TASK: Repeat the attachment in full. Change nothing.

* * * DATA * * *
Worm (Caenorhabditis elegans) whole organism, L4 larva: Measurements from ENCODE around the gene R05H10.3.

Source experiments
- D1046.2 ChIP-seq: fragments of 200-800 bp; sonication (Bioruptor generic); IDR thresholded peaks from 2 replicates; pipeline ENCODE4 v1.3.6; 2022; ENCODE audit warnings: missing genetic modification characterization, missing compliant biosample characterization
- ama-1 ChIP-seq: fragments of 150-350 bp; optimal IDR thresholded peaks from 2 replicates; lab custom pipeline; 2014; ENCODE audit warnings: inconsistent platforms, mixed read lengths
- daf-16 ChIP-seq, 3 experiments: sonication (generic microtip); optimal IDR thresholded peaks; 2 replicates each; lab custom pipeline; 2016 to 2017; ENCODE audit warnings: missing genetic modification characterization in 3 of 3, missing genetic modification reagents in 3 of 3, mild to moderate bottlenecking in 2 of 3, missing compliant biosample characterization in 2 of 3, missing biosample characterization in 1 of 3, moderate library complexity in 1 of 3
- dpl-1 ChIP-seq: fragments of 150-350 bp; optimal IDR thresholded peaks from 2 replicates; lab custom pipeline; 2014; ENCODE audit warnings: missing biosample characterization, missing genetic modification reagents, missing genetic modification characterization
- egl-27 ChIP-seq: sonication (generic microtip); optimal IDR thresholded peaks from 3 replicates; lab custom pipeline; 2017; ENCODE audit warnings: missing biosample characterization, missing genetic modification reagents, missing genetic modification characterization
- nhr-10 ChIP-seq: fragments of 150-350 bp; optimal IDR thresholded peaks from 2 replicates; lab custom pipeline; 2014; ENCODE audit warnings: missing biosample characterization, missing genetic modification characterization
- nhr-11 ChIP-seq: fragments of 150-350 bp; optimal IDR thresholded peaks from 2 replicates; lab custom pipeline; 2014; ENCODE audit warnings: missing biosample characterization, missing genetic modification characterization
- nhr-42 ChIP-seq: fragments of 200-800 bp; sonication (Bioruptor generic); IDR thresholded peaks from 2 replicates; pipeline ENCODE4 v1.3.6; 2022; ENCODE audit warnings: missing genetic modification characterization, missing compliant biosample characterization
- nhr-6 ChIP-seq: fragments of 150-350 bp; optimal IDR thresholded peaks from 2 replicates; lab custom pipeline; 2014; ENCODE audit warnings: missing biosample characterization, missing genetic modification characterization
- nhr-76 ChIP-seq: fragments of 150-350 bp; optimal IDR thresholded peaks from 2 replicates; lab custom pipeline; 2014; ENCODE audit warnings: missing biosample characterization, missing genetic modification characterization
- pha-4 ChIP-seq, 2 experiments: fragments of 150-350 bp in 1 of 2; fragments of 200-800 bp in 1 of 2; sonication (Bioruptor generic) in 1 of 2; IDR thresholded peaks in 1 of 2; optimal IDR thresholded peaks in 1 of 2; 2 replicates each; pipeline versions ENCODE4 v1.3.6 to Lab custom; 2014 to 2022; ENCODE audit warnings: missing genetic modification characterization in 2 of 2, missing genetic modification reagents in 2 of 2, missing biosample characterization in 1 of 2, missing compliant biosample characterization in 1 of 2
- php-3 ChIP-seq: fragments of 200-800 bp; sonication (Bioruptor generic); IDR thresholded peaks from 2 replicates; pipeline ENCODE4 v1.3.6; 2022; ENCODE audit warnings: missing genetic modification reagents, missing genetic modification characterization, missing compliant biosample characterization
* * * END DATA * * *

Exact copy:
Worm (Caenorhabditis elegans) whole organism, L4 larva: Measurements from ENCODE around the gene R05H10.3.

Source experiments
- D1046.2 ChIP-seq: fragments of 200-800 bp; sonication (Bioruptor generic); IDR thresholded peaks from 2 replicates; pipeline ENCODE4 v1.3.6; 2022; ENCODE audit warnings: missing genetic modification characterization, missing compliant biosample characterization
- ama-1 ChIP-seq: fragments of 150-350 bp; optimal IDR thresholded peaks from 2 replicates; lab custom pipeline; 2014; ENCODE audit warnings: inconsistent platforms, mixed read lengths
- daf-16 ChIP-seq, 3 experiments: sonication (generic microtip); optimal IDR thresholded peaks; 2 replicates each; lab custom pipeline; 2016 to 2017; ENCODE audit warnings: missing genetic modification characterization in 3 of 3, missing genetic modification reagents in 3 of 3, mild to moderate bottlenecking in 2 of 3, missing compliant biosample characterization in 2 of 3, missing biosample characterization in 1 of 3, moderate library complexity in 1 of 3
- dpl-1 ChIP-seq: fragments of 150-350 bp; optimal IDR thresholded peaks from 2 replicates; lab custom pipeline; 2014; ENCODE audit warnings: missing biosample characterization, missing genetic modification reagents, missing genetic modification characterization
- egl-27 ChIP-seq: sonication (generic microtip); optimal IDR thresholded peaks from 3 replicates; lab custom pipeline; 2017; ENCODE audit warnings: missing biosample characterization, missing genetic modification reagents, missing genetic modification characterization
- nhr-10 ChIP-seq: fragments of 150-350 bp; optimal IDR thresholded peaks from 2 replicates; lab custom pipeline; 2014; ENCODE audit warnings: missing biosample characterization, missing genetic modification characterization
- nhr-11 ChIP-seq: fragments of 150-350 bp; optimal IDR thresholded peaks from 2 replicates; lab custom pipeline; 2014; ENCODE audit warnings: missing biosample characterization, missing genetic modification characterization
- nhr-42 ChIP-seq: fragments of 200-800 bp; sonication (Bioruptor generic); IDR thresholded peaks from 2 replicates; pipeline ENCODE4 v1.3.6; 2022; ENCODE audit warnings: missing genetic modification characterization, missing compliant biosample characterization
- nhr-6 ChIP-seq: fragments of 150-350 bp; optimal IDR thresholded peaks from 2 replicates; lab custom pipeline; 2014; ENCODE audit warnings: missing biosample characterization, missing genetic modification characterization
- nhr-76 ChIP-seq: fragments of 150-350 bp; optimal IDR thresholded peaks from 2 replicates; lab custom pipeline; 2014; ENCODE audit warnings: missing biosample characterization, missing genetic modification characterization
- pha-4 ChIP-seq, 2 experiments: fragments of 150-350 bp in 1 of 2; fragments of 200-800 bp in 1 of 2; sonication (Bioruptor generic) in 1 of 2; IDR thresholded peaks in 1 of 2; optimal IDR thresholded peaks in 1 of 2; 2 replicates each; pipeline versions ENCODE4 v1.3.6 to Lab custom; 2014 to 2022; ENCODE audit warnings: missing genetic modification characterization in 2 of 2, missing genetic modification reagents in 2 of 2, missing biosample characterization in 1 of 2, missing compliant biosample characterization in 1 of 2
- php-3 ChIP-seq: fragments of 200-800 bp; sonication (Bioruptor generic); IDR thresholded peaks from 2 replicates; pipeline ENCODE4 v1.3.6; 2022; ENCODE audit warnings: missing genetic modification reagents, missing genetic modification characterization, missing compliant biosample characterization